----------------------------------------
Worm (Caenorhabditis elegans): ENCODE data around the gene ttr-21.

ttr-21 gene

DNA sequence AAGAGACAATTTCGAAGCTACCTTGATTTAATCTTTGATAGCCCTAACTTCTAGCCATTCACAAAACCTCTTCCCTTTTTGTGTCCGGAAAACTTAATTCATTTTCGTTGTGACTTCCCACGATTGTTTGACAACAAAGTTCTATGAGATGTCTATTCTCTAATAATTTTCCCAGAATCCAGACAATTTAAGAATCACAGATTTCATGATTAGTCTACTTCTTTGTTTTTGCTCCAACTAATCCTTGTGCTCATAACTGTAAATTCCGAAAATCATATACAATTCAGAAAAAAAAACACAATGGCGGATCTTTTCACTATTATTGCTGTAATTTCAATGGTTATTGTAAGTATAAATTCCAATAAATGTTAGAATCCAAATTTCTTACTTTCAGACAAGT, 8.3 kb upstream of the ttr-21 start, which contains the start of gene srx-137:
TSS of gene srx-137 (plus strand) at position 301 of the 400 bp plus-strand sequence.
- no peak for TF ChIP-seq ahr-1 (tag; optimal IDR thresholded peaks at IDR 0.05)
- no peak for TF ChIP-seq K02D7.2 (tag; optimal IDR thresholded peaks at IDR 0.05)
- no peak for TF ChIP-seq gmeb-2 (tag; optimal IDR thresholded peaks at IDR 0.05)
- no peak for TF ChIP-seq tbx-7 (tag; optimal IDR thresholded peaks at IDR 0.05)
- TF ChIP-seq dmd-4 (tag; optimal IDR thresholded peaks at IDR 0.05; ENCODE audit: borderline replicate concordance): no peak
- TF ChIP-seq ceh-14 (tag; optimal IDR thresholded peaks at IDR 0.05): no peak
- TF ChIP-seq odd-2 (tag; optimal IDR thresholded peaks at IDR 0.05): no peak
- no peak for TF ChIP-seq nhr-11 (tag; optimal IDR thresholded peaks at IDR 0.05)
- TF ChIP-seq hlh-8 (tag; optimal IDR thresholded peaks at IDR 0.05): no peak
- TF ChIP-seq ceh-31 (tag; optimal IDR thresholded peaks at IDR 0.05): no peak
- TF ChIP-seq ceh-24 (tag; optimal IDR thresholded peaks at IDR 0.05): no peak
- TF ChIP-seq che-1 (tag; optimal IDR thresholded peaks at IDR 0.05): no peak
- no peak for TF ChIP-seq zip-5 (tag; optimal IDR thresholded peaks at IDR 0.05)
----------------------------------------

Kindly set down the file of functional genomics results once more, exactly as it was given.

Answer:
Worm (Caenorhabditis elegans): ENCODE data around the gene ttr-21.

ttr-21 gene

DNA sequence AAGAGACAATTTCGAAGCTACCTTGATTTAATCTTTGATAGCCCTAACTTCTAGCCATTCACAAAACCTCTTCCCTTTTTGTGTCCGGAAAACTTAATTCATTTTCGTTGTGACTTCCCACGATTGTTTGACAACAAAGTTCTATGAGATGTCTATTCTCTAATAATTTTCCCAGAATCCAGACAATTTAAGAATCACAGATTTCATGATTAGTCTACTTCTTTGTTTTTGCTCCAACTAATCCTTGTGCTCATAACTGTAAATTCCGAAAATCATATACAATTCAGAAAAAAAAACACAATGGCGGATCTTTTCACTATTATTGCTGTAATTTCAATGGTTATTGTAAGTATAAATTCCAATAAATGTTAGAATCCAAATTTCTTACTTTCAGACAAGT, 8.3 kb upstream of the ttr-21 start, which contains the start of gene srx-137:
TSS of gene srx-137 (plus strand) at position 301 of the 400 bp plus-strand sequence.
- no peak for TF ChIP-seq ahr-1 (tag; optimal IDR thresholded peaks at IDR 0.05)
- no peak for TF ChIP-seq K02D7.2 (tag; optimal IDR thresholded peaks at IDR 0.05)
- no peak for TF ChIP-seq gmeb-2 (tag; optimal IDR thresholded peaks at IDR 0.05)
- no peak for TF ChIP-seq tbx-7 (tag; optimal IDR thresholded peaks at IDR 0.05)
- TF ChIP-seq dmd-4 (tag; optimal IDR thresholded peaks at IDR 0.05; ENCODE audit: borderline replicate concordance): no peak
- TF ChIP-seq ceh-14 (tag; optimal IDR thresholded peaks at IDR 0.05): no peak
- TF ChIP-seq odd-2 (tag; optimal IDR thresholded peaks at IDR 0.05): no peak
- no peak for TF ChIP-seq nhr-11 (tag; optimal IDR thresholded peaks at IDR 0.05)
- TF ChIP-seq hlh-8 (tag; optimal IDR thresholded peaks at IDR 0.05): no peak
- TF ChIP-seq ceh-31 (tag; optimal IDR thresholded peaks at IDR 0.05): no peak
- TF ChIP-seq ceh-24 (tag; optimal IDR thresholded peaks at IDR 0.05): no peak
- TF ChIP-seq che-1 (tag; optimal IDR thresholded peaks at IDR 0.05): no peak
- no peak for TF ChIP-seq zip-5 (tag; optimal IDR thresholded peaks at IDR 0.05)